3. Like "computer", once upon a time "pinsetter" was a job title, not a machine description.
4. At the symposium, there was also mention of high vs. low culture. Note that early attempts, such as the Jaquet-Droz automata(XVIII) expressed high culture: in this case, writing, art, and music. These days we've learned that low culture (eg changing a tire) can be much more difficult to automate than high (eg playing chess)

### capitalism vs. bugs

This probably deserves a longer treatment but:

Can we create systems that lower the total cost of tooling?

In almost every case I can think of today, the cost firms pay for software development tools is approximately $0. In very many cases the amount firms pay developers in wages is approximately$0 (e.g. many mobile apps, big web services, start-up web services).

In very many cases the amount of loss a bug costs a firm is very, very low compared to revenues.

The cost of bugs to firms is low because users rarely have a consumer choice between software alternatives, nevermind a choice between more buggy and less buggy software.

There are some niches that I think behave differently. For example, I understand the software used for high speed trading to be very costly to develop and I understand the losses due to a bug can be extremely high. In niches like these there is some incentive to have better software tools.

Even in those highly bug-averse niches, the potential profit from selling a new software tool is severely limited. Roughly speaking, an upper bound on the value of a new software development tool is equal to the amount of wages it can save the buyer. An upper bound on the amount of wages it can save the buyer is the amount of wages it would take the employer to build a similar or better tool from scratch.

Better software development tools thus have a potential price pretty close to 0 but what about the potential wages for building one? Can't such tools be built in the public interest, say via research grants or donations to non-profit organizations? Can they not go from academia into industry?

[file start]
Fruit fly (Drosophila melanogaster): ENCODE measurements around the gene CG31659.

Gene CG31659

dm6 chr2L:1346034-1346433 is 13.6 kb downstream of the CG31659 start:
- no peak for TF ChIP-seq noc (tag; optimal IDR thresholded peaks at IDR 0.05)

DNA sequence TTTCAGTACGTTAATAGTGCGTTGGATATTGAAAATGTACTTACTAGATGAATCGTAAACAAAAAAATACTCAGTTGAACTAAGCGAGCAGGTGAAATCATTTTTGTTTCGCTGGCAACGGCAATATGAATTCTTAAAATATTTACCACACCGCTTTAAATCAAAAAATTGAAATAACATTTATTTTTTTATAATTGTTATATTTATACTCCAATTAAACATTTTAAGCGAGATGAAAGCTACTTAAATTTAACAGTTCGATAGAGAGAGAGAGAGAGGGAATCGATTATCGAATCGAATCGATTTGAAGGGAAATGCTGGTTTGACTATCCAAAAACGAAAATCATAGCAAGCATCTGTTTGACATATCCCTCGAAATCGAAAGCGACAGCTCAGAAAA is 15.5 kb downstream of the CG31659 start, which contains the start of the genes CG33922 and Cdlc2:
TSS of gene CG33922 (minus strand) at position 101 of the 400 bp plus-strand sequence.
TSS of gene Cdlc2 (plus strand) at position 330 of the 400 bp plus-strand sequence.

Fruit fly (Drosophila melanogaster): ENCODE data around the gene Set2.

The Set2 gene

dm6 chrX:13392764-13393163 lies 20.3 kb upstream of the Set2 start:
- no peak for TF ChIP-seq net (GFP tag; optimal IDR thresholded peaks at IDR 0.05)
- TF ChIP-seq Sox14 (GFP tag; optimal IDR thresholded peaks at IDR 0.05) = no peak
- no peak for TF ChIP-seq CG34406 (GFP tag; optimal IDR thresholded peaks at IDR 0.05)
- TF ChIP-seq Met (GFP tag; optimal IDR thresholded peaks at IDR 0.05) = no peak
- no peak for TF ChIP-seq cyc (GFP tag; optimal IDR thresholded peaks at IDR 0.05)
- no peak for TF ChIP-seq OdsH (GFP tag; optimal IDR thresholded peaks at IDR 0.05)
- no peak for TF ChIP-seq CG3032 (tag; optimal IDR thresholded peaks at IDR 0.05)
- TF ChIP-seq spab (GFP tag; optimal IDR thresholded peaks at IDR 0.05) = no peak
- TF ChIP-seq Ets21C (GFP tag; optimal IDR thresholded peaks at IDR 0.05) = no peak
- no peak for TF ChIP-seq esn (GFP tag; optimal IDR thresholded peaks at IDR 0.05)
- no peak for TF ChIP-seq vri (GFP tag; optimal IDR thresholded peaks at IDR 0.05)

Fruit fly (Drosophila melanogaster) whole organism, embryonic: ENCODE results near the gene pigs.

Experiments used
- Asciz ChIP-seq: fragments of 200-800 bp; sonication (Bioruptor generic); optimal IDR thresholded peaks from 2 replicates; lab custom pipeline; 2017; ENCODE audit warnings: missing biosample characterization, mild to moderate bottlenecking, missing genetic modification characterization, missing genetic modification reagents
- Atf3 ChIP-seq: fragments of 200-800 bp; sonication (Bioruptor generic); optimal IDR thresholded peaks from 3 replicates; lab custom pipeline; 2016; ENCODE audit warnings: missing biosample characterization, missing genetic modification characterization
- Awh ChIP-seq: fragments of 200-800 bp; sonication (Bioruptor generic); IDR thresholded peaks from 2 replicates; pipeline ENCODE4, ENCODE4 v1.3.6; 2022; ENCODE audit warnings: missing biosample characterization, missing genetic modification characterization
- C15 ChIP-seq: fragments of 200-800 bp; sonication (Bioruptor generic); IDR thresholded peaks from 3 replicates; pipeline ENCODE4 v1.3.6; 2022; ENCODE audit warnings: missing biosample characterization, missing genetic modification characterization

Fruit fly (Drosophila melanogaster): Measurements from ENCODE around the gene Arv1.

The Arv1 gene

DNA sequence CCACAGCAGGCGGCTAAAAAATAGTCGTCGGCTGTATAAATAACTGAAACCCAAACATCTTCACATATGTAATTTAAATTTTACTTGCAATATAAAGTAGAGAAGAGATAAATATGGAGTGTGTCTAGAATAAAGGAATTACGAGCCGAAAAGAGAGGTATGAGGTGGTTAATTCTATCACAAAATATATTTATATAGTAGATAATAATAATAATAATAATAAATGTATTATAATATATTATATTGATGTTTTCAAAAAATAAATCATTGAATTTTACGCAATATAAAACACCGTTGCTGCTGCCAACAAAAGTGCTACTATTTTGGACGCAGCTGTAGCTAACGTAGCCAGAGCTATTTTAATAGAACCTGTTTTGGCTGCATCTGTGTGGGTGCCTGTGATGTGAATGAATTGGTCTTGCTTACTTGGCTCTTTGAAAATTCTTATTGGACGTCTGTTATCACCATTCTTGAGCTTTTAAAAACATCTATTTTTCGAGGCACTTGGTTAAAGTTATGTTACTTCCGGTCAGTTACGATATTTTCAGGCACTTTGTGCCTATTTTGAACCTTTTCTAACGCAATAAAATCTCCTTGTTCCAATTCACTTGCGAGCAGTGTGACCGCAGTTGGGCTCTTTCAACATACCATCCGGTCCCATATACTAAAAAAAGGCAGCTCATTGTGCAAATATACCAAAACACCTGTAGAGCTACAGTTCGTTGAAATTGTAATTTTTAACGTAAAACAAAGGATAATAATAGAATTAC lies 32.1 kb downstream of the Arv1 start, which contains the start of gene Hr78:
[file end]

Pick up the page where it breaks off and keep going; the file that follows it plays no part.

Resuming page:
Deployment of a new software development tool imposes on firms (a) one time transaction costs to initially deploy the tool; (b) recurring transaction costs from adding extra steps to the firm's development process; (c) increased labor costs for running the tool and making use of its outputs.

So there are not a lot of opportunities even in academia or the non-profit world to invest a lot of work in improved software development tools.

As an example, there is a tiny amount of funding spent in the world to improve bug-killing features of GCC. This tiny amount is marginal on the maintenance costs mostly paid paid by firms that use GCC and don't want to have to switch away. Hey, maybe Apple will (superstitiously, if nothing else) kick 5 or low-6 figures towards improved dead-code detection in GCC.

For users, bugs can impose all kinds of diffuse costs and generally make life just that much more miserable. Too bad for them, they aren't actually the customers -- they just get stuck paying a lot.

In short, economically speaking, making better programming langauges and better development tools is a nice hobby and, for a few fairly randomly chosen lucky ducks, a "lifestyle job" paying enough direct or indirect wages to do OK.

### Activation Energy

(This response is a bit to you and a bit to Dave.)

A large firm can often absorb the costs of developing better tools (be it for in-house software development or business). And assuming a larger population of users, and a low enough training overhead, even marginal benefits can pay for themselves. It is relatively easy to achieve small, marginal benefits. So the financial risk is low, and investment is readily justified.

However, a small company - or even a small 'branch' of a larger company (as they tend to be organized) - has a different situation. Hiring even one software developer, or investing in problem-specific tools, can account for a significant fraction of liquid assets. Tools developed for this company or branch will have a smaller population of users, and thus the benefits must be much greater to pay for themselves. Consequently, there is greater risk that an investment will not pay for itself, and a tighter grip on the purse.

In practice, software development is typically a 'small branch' of larger companies, or even many small branches (different group per project). Hence, it is generally difficult for software developers - even those in large companies - to find time and money to improve their own software development tools.